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Matt Marks is a composer/performer of innovative opera and music-theater works, as well as unique and exciting instrumental and electronic music. A founding member of Alarm Will Sound, he also performs as a French hornist with such acclaimed new music ensembles as the International Contemporary Ensemble (ICE), Signal, and ACME. He has recorded for Warp Records, Nonesuch, and Cantaloupe Music, as well as many other independent labels. As a composer and arranger, Matt’s work has been called “staggeringly creative” by The New York Times and has been performed at Carnegie Hall, Walt Disney Concert Hall, Lincoln Center, The Barbican Center, The Bang on a Can Marathon, and live on WNYC radio. Matt’s first album, his post-Christian nihilist pop opera, The Little Death: Vol. 1, was released on New Amsterdam Records.
Other recent projects include a sold-out run of his “pop horror fashion show” The House of Von Macramé at the Bushwick Starr, his short operatic work Bluetooth Islands for the Brooklyn Philharmonic, a remix for Meredith Monk’s latest album, and a live realization of The Dirty Projectors’ album/opera The Getty Address. Upcoming projects include his opera Mata Hari: The Great Imitator at the HERE Arts Center in NYC; a piece for the D.C.-based Great Noise Ensemble; and his follow-up to TLDV1, The Little Death: Vol. 2.
The composer has written the following note:
“Strip Mall is part of a serial dramatic work I’ve been writing with librettist Royce Vavrek called Strangers in Many Ways, which is comprised of short operatic episodes such as this. Other episodes include A Song for Wade (This is not that song), written for Alarm Will Sound, and Bluetooth Islands, written for the Brooklyn Philharmonic. Strangers in Many Ways centers around a suburban teenaged boy named Myles and his family: his apathetic couch-stranded parents, his rebellious older sister Sheena, and her college dropout boyfriend, Christian Boy. Fifteen-year-old Myles is quite isolated from his family, not the least because of his hidden homosexuality. Unbeknownst to everyone else, Myles has a secret life on the Internet, filming himself dressed in drag and performing the songs of The Carpenters, Doris Day, and Judy Garland for throngs of middle-aged male admirers.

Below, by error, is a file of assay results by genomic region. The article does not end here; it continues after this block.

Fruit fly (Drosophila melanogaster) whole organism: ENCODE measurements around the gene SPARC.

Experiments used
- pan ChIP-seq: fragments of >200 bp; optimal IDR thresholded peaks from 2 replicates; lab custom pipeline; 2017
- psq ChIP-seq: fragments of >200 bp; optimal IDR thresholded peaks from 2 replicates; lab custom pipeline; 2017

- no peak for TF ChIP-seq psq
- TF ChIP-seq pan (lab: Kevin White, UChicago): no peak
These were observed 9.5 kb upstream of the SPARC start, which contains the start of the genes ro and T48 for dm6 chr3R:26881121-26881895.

“In Strip Mall, the story opens with Myles demanding his sister to drive him to the Dairy Queen, located at the local strip mall. He whines and begs until she finally gives in, knowing that this will give her a chance to visit her boyfriend at the Christian bookstore. At this most suburban and banal of destinations we dive into the complicated world of these three characters and learn of the boiling tensions and suspicions between each of them.
“Musically, the piece is an extensive exploration of various genres and styles, how they interact and conflict, and how such genre fluidity can guide the drama in unique and novel ways. The piece often swings wildly between such styles as rock, classical, bubblegum pop, waltz, funk, musical theater, and hip hop. There also tends to be a hysterically romantic quality to the music: the dolce moments saccharine, the darker moments melodramatic, for example. But despite these excesses, camp is used more as a flavor than as a modus operandi.
“The vocal writing is perhaps the most unique and challenging aspect of the music, as it demands vocalists who are classically trained opera singers, but who are equally comfortable and proficient at singing rock and musical theater. Additionally, the work is essentially a dark psychological comedy, so riding that delicate line between irony and pathos requires a strong commitment to character, amidst all of the musical challenges.
“In the end, Royce and I wanted to create a work that was entertaining, funny, unsettling, a little bit sad, and quite morally ambiguous. Hopefully, Strip Mall makes you feel at least a few of those.”